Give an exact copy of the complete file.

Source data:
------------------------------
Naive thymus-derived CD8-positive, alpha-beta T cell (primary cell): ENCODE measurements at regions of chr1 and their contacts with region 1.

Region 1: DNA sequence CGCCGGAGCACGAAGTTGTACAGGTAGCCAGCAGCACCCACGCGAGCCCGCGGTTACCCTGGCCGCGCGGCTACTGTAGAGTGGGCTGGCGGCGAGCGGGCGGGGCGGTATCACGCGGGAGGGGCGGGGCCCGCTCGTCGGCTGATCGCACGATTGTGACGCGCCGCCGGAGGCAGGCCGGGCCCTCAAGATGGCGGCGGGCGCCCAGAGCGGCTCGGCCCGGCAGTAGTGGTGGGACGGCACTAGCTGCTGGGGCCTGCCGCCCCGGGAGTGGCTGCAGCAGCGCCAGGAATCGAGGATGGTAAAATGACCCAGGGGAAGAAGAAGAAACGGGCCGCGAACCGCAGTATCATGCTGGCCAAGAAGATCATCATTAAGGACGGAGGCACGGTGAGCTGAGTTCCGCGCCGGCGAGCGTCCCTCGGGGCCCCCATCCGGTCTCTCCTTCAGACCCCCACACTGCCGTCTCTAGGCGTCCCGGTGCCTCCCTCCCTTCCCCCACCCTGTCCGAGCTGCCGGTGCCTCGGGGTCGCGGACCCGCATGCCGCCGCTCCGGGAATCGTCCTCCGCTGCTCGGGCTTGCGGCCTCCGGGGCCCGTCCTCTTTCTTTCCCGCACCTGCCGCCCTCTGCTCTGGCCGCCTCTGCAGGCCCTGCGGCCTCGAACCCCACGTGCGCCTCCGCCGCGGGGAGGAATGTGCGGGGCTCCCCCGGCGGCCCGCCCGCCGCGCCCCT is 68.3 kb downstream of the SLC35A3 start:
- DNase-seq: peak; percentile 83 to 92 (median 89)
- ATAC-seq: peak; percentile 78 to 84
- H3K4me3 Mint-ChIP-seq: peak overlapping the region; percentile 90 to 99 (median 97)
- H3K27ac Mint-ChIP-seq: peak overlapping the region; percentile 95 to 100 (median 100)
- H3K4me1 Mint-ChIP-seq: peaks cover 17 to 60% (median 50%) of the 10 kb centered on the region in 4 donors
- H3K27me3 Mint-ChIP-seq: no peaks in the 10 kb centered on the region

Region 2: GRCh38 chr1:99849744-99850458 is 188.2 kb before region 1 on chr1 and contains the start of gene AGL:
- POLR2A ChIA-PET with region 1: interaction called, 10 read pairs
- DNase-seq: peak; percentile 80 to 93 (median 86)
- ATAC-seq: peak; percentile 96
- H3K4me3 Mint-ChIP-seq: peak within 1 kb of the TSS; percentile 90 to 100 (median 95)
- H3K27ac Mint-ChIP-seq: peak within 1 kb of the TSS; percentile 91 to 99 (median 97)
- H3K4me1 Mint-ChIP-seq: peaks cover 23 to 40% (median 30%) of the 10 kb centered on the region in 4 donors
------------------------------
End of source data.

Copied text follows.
Naive thymus-derived CD8-positive, alpha-beta T cell (primary cell): ENCODE measurements at regions of chr1 and their contacts with region 1.

Region 1: DNA sequence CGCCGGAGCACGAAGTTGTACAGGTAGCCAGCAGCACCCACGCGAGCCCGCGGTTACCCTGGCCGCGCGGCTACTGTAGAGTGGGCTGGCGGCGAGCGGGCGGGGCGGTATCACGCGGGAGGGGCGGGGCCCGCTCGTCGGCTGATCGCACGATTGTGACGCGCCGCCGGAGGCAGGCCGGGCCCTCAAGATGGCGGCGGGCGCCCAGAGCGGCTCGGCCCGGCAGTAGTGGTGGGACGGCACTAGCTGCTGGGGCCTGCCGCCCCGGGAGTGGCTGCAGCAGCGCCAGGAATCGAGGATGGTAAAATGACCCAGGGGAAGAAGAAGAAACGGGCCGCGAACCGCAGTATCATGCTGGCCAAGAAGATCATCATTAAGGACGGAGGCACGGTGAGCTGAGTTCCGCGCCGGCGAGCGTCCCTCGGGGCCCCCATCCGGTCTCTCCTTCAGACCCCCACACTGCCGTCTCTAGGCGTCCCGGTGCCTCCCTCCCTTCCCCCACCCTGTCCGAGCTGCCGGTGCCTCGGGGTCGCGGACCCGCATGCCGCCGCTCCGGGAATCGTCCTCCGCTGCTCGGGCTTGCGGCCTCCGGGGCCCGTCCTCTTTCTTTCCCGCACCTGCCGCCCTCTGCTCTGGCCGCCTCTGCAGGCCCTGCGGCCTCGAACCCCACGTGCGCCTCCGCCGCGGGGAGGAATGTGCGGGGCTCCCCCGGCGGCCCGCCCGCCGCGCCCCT is 68.3 kb downstream of the SLC35A3 start:
- DNase-seq: peak; percentile 83 to 92 (median 89)
- ATAC-seq: peak; percentile 78 to 84
- H3K4me3 Mint-ChIP-seq: peak overlapping the region; percentile 90 to 99 (median 97)
- H3K27ac Mint-ChIP-seq: peak overlapping the region; percentile 95 to 100 (median 100)
- H3K4me1 Mint-ChIP-seq: peaks cover 17 to 60% (median 50%) of the 10 kb centered on the region in 4 donors
- H3K27me3 Mint-ChIP-seq: no peaks in the 10 kb centered on the region

Region 2: GRCh38 chr1:99849744-99850458 is 188.2 kb before region 1 on chr1 and contains the start of gene AGL:
- POLR2A ChIA-PET with region 1: interaction called, 10 read pairs
- DNase-seq: peak; percentile 80 to 93 (median 86)
- ATAC-seq: peak; percentile 96
- H3K4me3 Mint-ChIP-seq: peak within 1 kb of the TSS; percentile 90 to 100 (median 95)
- H3K27ac Mint-ChIP-seq: peak within 1 kb of the TSS; percentile 91 to 99 (median 97)
- H3K4me1 Mint-ChIP-seq: peaks cover 23 to 40% (median 30%) of the 10 kb centered on the region in 4 donors